1. A preliminary objection is taken that no second appeal lies and that objection seems to be valid.
2. It appears that the decree-holder, the appellant in this case, obtained a decree from the Court of Small Causes against the respondent. The decree was transferred to the Court of Muusif, Allahabad, in order to enable the decree-holder to attach immovable property. He sought the attachment of certain groves, hold by baa judgment-debtor, in an area to which the Bundelkhand Land Alienation Act applies. The judgment-debtor objected, that under Section 16 of the above mentioned. Act the groves were not saleable in execution of a decree. The decree-holder then made a statement to the effect that he wanted to sell not the groves as they stood but only the trees. Evidently he meant that the purchaser would be required to cut the trees and take the timber or wood away. The question, therefore, that arose in the case was whether the trees were, apart from the land or as apart of the groves situated in an area to which the Bundelkhand Land Alienation Act applies, saleable, the judgment-debtor being a member of the agricultural tribe.
3. The learned Munsif allowed the objection of the judgment-debtor and held that the trees were not saleable. The learned District Judge affirmed this decision on appeal. The decree-holder has come in second appeal.
4. There can be no doubt that, on the authority of this Court, a second appeal is barred under Section 102 of the Civil Procedure Code.
5. The decree-holder has asked this Court to take up the matter under Section 25 of the Small Cause Court Act. It is contended by the learned Counsel for the respondent that Section 25 has no application in a case like this. In my opinion this contention of the respondent has no force. The order has been passed 'in a case decided by the Court of Small Causes' and therefore, it is an order which is subject to a revision by the High Court.
6. Coming to the merits of the case, the question stands thus : - 'whether the trees, as apart from the land on which they stand, are 'land' within the definition of Section 2 of U.P. Act II of 1903, Bundelkhand Land Alienation Act.' The definition of 'land' is the following:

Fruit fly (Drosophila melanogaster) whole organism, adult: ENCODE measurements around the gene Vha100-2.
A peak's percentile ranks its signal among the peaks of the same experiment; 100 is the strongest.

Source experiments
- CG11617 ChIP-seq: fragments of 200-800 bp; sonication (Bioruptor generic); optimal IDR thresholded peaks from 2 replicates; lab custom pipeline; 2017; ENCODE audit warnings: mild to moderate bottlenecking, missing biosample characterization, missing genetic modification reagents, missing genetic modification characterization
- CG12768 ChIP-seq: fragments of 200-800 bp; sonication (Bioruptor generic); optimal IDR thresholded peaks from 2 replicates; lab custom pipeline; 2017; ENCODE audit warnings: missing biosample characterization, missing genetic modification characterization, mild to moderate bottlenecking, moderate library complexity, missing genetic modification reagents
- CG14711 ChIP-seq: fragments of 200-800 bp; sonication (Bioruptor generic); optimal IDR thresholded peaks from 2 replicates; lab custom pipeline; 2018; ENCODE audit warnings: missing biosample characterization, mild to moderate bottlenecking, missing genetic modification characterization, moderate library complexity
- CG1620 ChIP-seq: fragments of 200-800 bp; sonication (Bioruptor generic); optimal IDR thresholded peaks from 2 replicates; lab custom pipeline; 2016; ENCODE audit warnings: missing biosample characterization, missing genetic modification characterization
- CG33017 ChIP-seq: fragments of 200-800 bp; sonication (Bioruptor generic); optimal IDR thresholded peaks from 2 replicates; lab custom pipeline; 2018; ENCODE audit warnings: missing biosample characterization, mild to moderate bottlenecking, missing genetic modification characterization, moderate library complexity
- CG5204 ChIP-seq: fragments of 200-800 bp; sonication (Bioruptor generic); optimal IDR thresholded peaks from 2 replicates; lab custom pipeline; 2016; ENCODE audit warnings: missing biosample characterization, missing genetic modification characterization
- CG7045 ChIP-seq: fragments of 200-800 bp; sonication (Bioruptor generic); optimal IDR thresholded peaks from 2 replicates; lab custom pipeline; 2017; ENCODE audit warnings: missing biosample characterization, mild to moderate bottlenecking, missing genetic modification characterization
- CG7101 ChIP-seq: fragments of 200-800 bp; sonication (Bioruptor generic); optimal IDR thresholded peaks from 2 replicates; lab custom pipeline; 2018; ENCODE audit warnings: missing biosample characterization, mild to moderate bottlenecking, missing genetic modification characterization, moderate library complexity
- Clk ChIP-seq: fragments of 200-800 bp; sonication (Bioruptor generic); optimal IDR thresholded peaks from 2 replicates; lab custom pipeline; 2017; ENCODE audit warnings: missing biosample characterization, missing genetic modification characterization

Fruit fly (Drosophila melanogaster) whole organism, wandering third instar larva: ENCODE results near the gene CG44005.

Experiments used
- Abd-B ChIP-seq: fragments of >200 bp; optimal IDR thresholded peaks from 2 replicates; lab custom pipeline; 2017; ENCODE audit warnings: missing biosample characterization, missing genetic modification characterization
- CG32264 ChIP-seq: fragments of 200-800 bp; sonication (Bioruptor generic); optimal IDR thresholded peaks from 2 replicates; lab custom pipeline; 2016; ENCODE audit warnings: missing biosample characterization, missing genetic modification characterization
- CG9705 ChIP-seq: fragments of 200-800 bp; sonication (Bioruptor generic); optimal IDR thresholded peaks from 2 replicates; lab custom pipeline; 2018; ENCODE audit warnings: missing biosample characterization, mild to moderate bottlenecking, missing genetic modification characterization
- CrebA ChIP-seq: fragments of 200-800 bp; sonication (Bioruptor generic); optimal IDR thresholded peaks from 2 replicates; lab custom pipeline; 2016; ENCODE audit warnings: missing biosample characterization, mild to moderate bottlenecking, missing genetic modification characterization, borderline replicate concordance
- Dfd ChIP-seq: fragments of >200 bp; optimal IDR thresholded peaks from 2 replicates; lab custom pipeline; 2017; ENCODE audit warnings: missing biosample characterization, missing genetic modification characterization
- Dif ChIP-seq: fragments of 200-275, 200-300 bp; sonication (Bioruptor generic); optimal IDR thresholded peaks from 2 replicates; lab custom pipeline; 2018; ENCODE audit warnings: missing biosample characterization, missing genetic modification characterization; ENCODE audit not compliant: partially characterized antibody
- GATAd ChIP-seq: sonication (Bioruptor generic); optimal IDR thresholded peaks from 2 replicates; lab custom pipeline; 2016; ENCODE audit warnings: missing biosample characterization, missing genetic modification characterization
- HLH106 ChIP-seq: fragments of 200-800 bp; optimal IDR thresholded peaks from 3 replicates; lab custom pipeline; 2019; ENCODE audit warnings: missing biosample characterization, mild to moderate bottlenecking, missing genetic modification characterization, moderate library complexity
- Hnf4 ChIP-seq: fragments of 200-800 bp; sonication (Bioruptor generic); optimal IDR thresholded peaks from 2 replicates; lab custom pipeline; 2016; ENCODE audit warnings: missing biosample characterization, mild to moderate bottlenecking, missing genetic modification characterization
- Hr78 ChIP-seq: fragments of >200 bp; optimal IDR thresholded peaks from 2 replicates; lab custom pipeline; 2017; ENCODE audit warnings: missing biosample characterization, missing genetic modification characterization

The expression 'land' moans land which is not occupied as the site of any building in a town or village and is occupied or lot for agricultural purposes or for purposes subservient to agriculture or for pasture, and includes, etc., etc.
7. Now, the question is, 'whether the trees are 'land' and, if so, whether the trees are 'land let for agricultural purposes or for purposes subservient to agriculture'? It will be noticed that groves are a well known thing and abroad in villages. It cannot for a moment be believed that the legislature could possibly lose sight of the existence of such an article as a grove or even trees as apart from the land on which they stand. I am driven to the conclusion that they never meant that groves of trees should be included within the term 'land held for agricultural purposes or for purposes subservient to agriculture.' In numerous cases decided under the U.P. Tenancy Act 1901, the words land for agricultural purposes' have been interpreted as not including groves or trees : Kesho Prasad v. Sheo Pragash Ojha A.I.R. 1922 All. 301, affirmed by the Privy Council in Kesho Prasad v. Sheo Prasad Ojha A.I.R. 1922 P.C. 247.
8. I am of opinion that Section 16 of the Bundelkhand Land Alienation Act is no bar to the selling by the appellant of the trees appertaining or belonging to the groves held by the respondent.
9. I set aside the orders of the Courts below, disallowing the application for attachment made by the decree-holder, and direct that the decree-holder's application for execution, as amended by the Vakil's statement dated the 14th July, 1923, be restored to its original number and be disposed of according to law. The respondent must pay the costs of the appellant in this Court and in the Courts below.